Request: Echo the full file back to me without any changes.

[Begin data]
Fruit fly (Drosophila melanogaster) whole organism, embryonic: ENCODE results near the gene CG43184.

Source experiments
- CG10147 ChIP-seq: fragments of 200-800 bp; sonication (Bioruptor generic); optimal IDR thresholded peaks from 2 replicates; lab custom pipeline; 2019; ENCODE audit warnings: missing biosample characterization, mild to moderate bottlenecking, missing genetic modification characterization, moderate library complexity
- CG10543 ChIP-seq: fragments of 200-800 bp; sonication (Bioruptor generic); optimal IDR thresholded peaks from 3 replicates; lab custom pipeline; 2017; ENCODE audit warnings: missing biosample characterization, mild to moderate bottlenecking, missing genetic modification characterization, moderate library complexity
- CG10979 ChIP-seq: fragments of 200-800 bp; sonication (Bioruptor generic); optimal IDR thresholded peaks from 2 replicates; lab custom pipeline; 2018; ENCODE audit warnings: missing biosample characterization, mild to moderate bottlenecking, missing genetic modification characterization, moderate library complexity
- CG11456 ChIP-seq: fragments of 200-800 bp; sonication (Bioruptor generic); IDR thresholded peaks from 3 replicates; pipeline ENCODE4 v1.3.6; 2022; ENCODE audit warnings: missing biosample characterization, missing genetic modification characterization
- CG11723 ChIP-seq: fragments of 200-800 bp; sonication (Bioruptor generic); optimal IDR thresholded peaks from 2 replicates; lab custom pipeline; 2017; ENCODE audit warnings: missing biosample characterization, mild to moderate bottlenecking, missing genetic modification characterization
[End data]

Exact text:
Fruit fly (Drosophila melanogaster) whole organism, embryonic: ENCODE results near the gene CG43184.

Source experiments
- CG10147 ChIP-seq: fragments of 200-800 bp; sonication (Bioruptor generic); optimal IDR thresholded peaks from 2 replicates; lab custom pipeline; 2019; ENCODE audit warnings: missing biosample characterization, mild to moderate bottlenecking, missing genetic modification characterization, moderate library complexity
- CG10543 ChIP-seq: fragments of 200-800 bp; sonication (Bioruptor generic); optimal IDR thresholded peaks from 3 replicates; lab custom pipeline; 2017; ENCODE audit warnings: missing biosample characterization, mild to moderate bottlenecking, missing genetic modification characterization, moderate library complexity
- CG10979 ChIP-seq: fragments of 200-800 bp; sonication (Bioruptor generic); optimal IDR thresholded peaks from 2 replicates; lab custom pipeline; 2018; ENCODE audit warnings: missing biosample characterization, mild to moderate bottlenecking, missing genetic modification characterization, moderate library complexity
- CG11456 ChIP-seq: fragments of 200-800 bp; sonication (Bioruptor generic); IDR thresholded peaks from 3 replicates; pipeline ENCODE4 v1.3.6; 2022; ENCODE audit warnings: missing biosample characterization, missing genetic modification characterization
- CG11723 ChIP-seq: fragments of 200-800 bp; sonication (Bioruptor generic); optimal IDR thresholded peaks from 2 replicates; lab custom pipeline; 2017; ENCODE audit warnings: missing biosample characterization, mild to moderate bottlenecking, missing genetic modification characterization